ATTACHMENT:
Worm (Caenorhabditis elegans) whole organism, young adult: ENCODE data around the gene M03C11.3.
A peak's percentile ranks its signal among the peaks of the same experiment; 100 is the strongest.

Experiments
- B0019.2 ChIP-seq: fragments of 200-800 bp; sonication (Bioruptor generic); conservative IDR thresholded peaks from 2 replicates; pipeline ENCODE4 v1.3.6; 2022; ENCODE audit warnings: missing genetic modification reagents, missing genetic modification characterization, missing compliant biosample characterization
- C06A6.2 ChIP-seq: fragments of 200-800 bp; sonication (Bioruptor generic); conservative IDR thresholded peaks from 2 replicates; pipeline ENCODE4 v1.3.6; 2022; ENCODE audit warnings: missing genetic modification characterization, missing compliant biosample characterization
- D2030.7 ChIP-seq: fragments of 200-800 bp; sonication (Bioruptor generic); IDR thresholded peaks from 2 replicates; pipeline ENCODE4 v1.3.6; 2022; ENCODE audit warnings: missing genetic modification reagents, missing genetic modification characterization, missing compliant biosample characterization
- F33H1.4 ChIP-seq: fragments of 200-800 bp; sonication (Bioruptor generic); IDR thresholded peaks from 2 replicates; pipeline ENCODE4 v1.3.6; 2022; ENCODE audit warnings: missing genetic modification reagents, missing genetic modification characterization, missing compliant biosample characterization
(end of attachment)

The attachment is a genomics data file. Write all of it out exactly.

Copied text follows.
Worm (Caenorhabditis elegans) whole organism, young adult: ENCODE data around the gene M03C11.3.
A peak's percentile ranks its signal among the peaks of the same experiment; 100 is the strongest.

Experiments
- B0019.2 ChIP-seq: fragments of 200-800 bp; sonication (Bioruptor generic); conservative IDR thresholded peaks from 2 replicates; pipeline ENCODE4 v1.3.6; 2022; ENCODE audit warnings: missing genetic modification reagents, missing genetic modification characterization, missing compliant biosample characterization
- C06A6.2 ChIP-seq: fragments of 200-800 bp; sonication (Bioruptor generic); conservative IDR thresholded peaks from 2 replicates; pipeline ENCODE4 v1.3.6; 2022; ENCODE audit warnings: missing genetic modification characterization, missing compliant biosample characterization
- D2030.7 ChIP-seq: fragments of 200-800 bp; sonication (Bioruptor generic); IDR thresholded peaks from 2 replicates; pipeline ENCODE4 v1.3.6; 2022; ENCODE audit warnings: missing genetic modification reagents, missing genetic modification characterization, missing compliant biosample characterization
- F33H1.4 ChIP-seq: fragments of 200-800 bp; sonication (Bioruptor generic); IDR thresholded peaks from 2 replicates; pipeline ENCODE4 v1.3.6; 2022; ENCODE audit warnings: missing genetic modification reagents, missing genetic modification characterization, missing compliant biosample characterization